Melissa Brady: Dio’s Sustainability Superhero

DIO NEWS & SUCCESSES

Melissa Brady: Dio’s Sustainability Superhero

Melissa Brady’s water conservation initiatives at Diocesan School recently caught the attention of Watercare, who featured her student-led activities in a customer education video.

But Melissa’s efforts to promote and practice sustainability at the school don’t stop there.

Over the course of the next few months, water meters will be installed in every building at the school to alert to an excessive use of water, such as taps left running or leaks.

Melissa, who’s been the school’s Property Development Manager for the past year and a half, is working with members of the Executive Team to draw up plans to introduce more alternative power sources at the school.  There are already solar panels on the roof of the swimming pool which Melissa says generate enough power to heat the showers.

Awareness of environmental waste within the Grounds is another point on her sustainability checklist.

“This involves looking at how we treat leaves and branches, dead trees and landscaping,” says Melissa. “We’re currently looking at how we transform the area around the back of Patterson Block to turn it into a working recycling space.  This area flows down into the recent transformation of the “Woodland” where our younger students can study and play.”

Food waste is also in her sights, and she points to the work currently being done by the Food Tech Department to reduce excess food waste and recycle coffee grounds.  The department has instigated the use of green waste bins which go off-site for composting and Melissa is looking to increase this into using bigger bins for the Ground’s green waste from throughout the rest of the school. She adds, “And many of our staff are organising composting in their Department kitchens … everyone is getting on board!”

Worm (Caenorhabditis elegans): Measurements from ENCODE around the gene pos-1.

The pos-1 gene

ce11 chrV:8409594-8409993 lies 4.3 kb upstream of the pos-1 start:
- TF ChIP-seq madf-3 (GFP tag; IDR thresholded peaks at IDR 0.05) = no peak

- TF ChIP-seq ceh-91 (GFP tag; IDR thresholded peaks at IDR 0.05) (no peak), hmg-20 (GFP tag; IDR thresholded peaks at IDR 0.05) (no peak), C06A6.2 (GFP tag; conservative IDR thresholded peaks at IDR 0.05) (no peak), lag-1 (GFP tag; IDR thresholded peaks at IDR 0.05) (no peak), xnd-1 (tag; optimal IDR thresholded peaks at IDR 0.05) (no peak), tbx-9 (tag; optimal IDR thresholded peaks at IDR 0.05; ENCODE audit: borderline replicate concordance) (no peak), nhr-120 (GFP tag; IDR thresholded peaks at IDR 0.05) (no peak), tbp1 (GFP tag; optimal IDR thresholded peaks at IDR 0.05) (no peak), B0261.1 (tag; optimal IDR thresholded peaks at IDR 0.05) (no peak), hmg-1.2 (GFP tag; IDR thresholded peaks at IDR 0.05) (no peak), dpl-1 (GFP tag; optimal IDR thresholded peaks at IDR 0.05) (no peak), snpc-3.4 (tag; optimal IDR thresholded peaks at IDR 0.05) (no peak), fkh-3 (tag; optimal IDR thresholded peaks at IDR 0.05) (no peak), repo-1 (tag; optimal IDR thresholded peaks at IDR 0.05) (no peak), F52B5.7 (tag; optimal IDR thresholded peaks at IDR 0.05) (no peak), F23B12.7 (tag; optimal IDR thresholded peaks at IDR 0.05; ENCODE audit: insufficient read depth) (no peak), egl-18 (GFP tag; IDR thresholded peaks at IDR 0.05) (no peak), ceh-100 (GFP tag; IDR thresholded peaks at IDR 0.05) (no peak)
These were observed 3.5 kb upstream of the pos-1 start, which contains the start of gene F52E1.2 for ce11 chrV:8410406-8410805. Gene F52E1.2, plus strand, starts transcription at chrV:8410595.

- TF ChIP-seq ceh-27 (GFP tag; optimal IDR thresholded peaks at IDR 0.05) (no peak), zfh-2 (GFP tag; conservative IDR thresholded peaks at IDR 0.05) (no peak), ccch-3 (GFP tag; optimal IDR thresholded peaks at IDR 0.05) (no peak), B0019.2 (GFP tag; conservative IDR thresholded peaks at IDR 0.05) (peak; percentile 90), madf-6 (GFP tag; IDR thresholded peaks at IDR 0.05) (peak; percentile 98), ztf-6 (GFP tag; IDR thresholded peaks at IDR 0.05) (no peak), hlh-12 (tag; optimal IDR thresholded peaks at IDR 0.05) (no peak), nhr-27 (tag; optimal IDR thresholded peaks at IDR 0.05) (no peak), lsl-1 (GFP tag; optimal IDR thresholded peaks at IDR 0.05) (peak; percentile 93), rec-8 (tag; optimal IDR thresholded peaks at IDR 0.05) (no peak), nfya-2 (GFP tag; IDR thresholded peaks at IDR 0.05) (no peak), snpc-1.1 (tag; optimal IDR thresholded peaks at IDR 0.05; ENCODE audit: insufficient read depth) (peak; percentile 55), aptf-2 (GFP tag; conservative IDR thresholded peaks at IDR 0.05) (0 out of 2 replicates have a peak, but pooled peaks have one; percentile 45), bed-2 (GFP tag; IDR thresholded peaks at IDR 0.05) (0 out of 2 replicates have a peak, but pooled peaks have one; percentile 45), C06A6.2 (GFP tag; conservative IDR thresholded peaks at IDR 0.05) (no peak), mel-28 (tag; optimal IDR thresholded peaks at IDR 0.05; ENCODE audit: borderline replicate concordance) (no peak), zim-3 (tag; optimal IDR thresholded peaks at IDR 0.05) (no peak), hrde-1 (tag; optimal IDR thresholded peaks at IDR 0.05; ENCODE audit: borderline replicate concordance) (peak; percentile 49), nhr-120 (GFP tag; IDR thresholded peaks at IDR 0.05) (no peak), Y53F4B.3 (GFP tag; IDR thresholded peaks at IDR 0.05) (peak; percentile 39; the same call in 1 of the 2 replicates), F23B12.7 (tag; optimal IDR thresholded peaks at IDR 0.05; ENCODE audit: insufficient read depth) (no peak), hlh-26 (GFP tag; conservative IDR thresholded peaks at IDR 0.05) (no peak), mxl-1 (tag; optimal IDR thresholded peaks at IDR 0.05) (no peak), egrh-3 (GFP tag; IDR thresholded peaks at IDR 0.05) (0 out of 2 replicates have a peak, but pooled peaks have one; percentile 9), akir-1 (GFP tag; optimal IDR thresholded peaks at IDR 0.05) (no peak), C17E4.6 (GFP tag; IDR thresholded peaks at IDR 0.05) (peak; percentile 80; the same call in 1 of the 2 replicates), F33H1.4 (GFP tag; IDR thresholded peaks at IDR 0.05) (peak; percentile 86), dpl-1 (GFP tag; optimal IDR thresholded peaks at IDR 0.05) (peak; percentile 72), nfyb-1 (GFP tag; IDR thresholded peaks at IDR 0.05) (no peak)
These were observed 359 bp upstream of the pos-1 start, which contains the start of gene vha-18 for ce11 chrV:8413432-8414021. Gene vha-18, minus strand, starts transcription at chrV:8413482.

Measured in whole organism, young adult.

Diocesan’s student-led Environmental Council has started a school-wide initiative for waste-free days and Melissa says she hopes it’ll lead eventually to the eradication of litter at school.

They’re also growing the school bus network (trying to reduce the number of students who take private buses), introducing cycle training with the Junior School and working with Auckland Transport on workshops around scooter training and safety.

“The Enviro Councils in both the Junior and Senior Schools are getting everyone involved and sending a clear message that we can do things together as a school that will help make a difference,” says Melissa. “Sustainability is a key element of our strategic direction and we’re constantly asking ourselves, what more can we do?

“It’s a huge team effort and I’m really proud of the work our students and staff have done across all areas of the school.” 


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